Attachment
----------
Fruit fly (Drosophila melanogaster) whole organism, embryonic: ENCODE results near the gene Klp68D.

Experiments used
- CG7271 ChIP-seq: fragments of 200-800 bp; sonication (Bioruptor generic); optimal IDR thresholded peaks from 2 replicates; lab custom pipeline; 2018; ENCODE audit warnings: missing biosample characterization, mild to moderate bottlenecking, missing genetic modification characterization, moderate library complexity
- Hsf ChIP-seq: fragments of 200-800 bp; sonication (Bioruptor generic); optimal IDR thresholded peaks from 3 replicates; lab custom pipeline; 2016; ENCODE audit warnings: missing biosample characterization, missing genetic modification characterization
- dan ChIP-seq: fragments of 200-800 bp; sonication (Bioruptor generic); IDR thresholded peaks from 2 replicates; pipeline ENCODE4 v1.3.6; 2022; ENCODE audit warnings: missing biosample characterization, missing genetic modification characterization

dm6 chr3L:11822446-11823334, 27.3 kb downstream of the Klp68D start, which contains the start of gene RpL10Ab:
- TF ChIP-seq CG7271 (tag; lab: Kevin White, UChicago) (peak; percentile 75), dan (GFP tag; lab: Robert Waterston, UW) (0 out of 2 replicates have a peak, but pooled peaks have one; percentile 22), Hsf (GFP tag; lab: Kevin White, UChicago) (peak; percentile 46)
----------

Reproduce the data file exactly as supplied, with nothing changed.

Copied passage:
Fruit fly (Drosophila melanogaster) whole organism, embryonic: ENCODE results near the gene Klp68D.

Experiments used
- CG7271 ChIP-seq: fragments of 200-800 bp; sonication (Bioruptor generic); optimal IDR thresholded peaks from 2 replicates; lab custom pipeline; 2018; ENCODE audit warnings: missing biosample characterization, mild to moderate bottlenecking, missing genetic modification characterization, moderate library complexity
- Hsf ChIP-seq: fragments of 200-800 bp; sonication (Bioruptor generic); optimal IDR thresholded peaks from 3 replicates; lab custom pipeline; 2016; ENCODE audit warnings: missing biosample characterization, missing genetic modification characterization
- dan ChIP-seq: fragments of 200-800 bp; sonication (Bioruptor generic); IDR thresholded peaks from 2 replicates; pipeline ENCODE4 v1.3.6; 2022; ENCODE audit warnings: missing biosample characterization, missing genetic modification characterization

dm6 chr3L:11822446-11823334, 27.3 kb downstream of the Klp68D start, which contains the start of gene RpL10Ab:
- TF ChIP-seq CG7271 (tag; lab: Kevin White, UChicago) (peak; percentile 75), dan (GFP tag; lab: Robert Waterston, UW) (0 out of 2 replicates have a peak, but pooled peaks have one; percentile 22), Hsf (GFP tag; lab: Kevin White, UChicago) (peak; percentile 46)